Entertainment, etc. – Next Day Air, Undercover Brother — double-barrel fun



By Dwight Hobbes

Contributing Writer


Here’s a do-it-yourself DVD double feature for you, if chuckalicious, rib-tickling comedy is right up your alley, whether as usual fare or just a change of pace: Next Day Air and Undercover Brother. If you don’t own either one, this is a great excuse to request them at your local library, or a perfect reason to use your rent-a-film account.

Whatever, set aside an afternoon or evening, pop the corn, pour some soda and sit back.

Next Day Air, a raucous romp, is, it bears noting, not quite family entertainment, rated R because of foul language, explicit drug content, and no nudity but some frank sexuality. So, watch this one without little kids around. But, for the breezy script, sharp acting and crisp directing, do watch it.

Ace, boyishly charming knucklehead Donald Faison (Scrubs, The Bernie Mac Show) stars as Leo the loopy, herb-addled courier for delivery service NDA (Next Day Air). Blithely bopping through his workday in a pungent haze, Leo unwittingly sets a world of calamity in motion — by dropping a drug kingpin’s package off at the wrong address.

Fool par excellence Mike Epps (All about the Benjamins, Soul Men) and straight man Wood Harris (The Wire, Remember the Titans) play two of the world’s worst stick-up artists who now plan a career upgrade. They’re going to wholesale the package that dropped in their laps to Epp’s cousin and get rich.

A snag: Their neighbors in the apartment down the hall, to whom the delivery should’ve been made, work for a scary boss — who slits throats without compunction and is coming to track down his missing merchandise. Okay, so drug trafficking is an unsavory subject. If you can take that with a grain of salt, the fine cast — which also includes Mos Def, Lauren London, Debbie Allen, and a delightfully feisty Yasmin Deliz — will keep in hysterics, snapping off wry, dry dialogue with director Benny Boon
doing a beautiful job.

If Next Day Air simply rubs you the wrong way, well then, skip it and go straight to Undercover Brother, which will leave you, the young’uns, even the family pets laughing yourselves sick. Tongue-in-cheek satire laced with biting social comment, Undercover Brother is a masterstroke of sheer, non-stop hilarity.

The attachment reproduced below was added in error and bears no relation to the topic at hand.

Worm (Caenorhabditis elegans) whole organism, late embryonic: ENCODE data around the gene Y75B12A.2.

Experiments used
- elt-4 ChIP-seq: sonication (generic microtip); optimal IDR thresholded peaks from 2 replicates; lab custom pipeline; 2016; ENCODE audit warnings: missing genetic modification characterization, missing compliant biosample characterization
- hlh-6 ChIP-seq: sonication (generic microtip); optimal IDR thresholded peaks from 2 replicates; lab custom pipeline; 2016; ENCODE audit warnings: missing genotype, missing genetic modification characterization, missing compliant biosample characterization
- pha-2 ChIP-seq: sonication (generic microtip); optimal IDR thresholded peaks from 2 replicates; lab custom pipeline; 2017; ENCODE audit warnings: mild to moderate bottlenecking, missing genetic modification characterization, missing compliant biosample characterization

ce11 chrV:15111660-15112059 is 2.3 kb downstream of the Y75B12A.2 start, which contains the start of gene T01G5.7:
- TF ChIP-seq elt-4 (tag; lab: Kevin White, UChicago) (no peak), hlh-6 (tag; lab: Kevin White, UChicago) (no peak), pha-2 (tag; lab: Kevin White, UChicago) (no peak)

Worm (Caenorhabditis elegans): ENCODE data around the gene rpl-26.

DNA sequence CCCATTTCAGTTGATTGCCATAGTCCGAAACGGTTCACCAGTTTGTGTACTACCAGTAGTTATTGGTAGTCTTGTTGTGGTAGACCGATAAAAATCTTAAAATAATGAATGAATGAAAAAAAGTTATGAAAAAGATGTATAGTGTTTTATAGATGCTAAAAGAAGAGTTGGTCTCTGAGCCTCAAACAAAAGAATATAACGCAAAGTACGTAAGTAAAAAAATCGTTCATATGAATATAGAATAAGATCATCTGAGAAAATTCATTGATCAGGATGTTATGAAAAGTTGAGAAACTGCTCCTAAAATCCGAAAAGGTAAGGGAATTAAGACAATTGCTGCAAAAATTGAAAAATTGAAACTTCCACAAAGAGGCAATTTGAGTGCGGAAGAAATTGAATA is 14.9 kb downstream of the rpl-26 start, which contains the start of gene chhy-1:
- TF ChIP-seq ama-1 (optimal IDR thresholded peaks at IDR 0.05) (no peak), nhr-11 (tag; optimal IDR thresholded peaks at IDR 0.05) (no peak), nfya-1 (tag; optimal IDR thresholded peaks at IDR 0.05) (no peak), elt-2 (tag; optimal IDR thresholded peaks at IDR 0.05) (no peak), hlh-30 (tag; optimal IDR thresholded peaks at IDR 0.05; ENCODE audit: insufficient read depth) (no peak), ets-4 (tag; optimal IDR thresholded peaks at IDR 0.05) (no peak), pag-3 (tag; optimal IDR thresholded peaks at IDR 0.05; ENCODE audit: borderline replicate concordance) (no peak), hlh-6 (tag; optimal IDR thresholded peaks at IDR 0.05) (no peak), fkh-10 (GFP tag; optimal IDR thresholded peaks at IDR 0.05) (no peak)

Anyone who remembers The Man From U.N.C.L.E. can joyfully snicker at top-secret agency B.R.O.T.H.E.R.H.O.O.D., loosely modeled after the old TV show, including an uproarious spoof on how Solo and Ilya used to pass through a tailor shop into the back room and take an elevator miles below the surface to a super-duper, fancy-dance operational layout.

If you’re too young to remember TV that long ago, ask your mama. At any rate, there’s more than enough originality to Undercover Brother to get a kick out of if you never even heard of TV.

Here’s the storyline: Insidious powers that have slipped a presidential candidate and Colin Powell-like figure (Billy Dee Williams) a mickey and brainwashed him into leading a campaign to help roll back social progress. The idea is to keep soul folk so busy smackin’ their lips, gobbling “Nappy Meals” at his fried chicken joints, slurping malt liquor and otherwise living as stereotypes, there’s no interest in actually having a life.

Enter our hero, Anton “Undercover Brother” Jackson, maverick force for truth, justice and soul power, recruited by B.R.O.T.H.E.R.H.O.O.D. to save the day. Will he and special B.R.O.T.H.E.R.H.O.O.D. operative Sistah Girl (Anjuanue Ellis) succeed in their daring mission to undermine “The Man?” Will Undercover Brother succumb to the wiles of an eye-candy blonde a/k/a “the black man’s kryptonite, White She-Devil” (Denise Richards)? And will they rescue kidnapped James Brown (played by himself) before the Godfather of Soul is stripped of — oh, no! Say it ain’t so! — all his Blackness?

While you won’t grip the sides of your chair leaning on the edge of your seat to find out, you will howl your hind parts off. Malcolm D. Lee deftly directs this no-hold-barred-no-cows-held-sacred yuckfest.

They may not make movies like they used to, but every once in a while they sure do make ’em fun.


Dwight Hobbes welcomes reader responses to P.O. Box 50357, Mpls., 55403.


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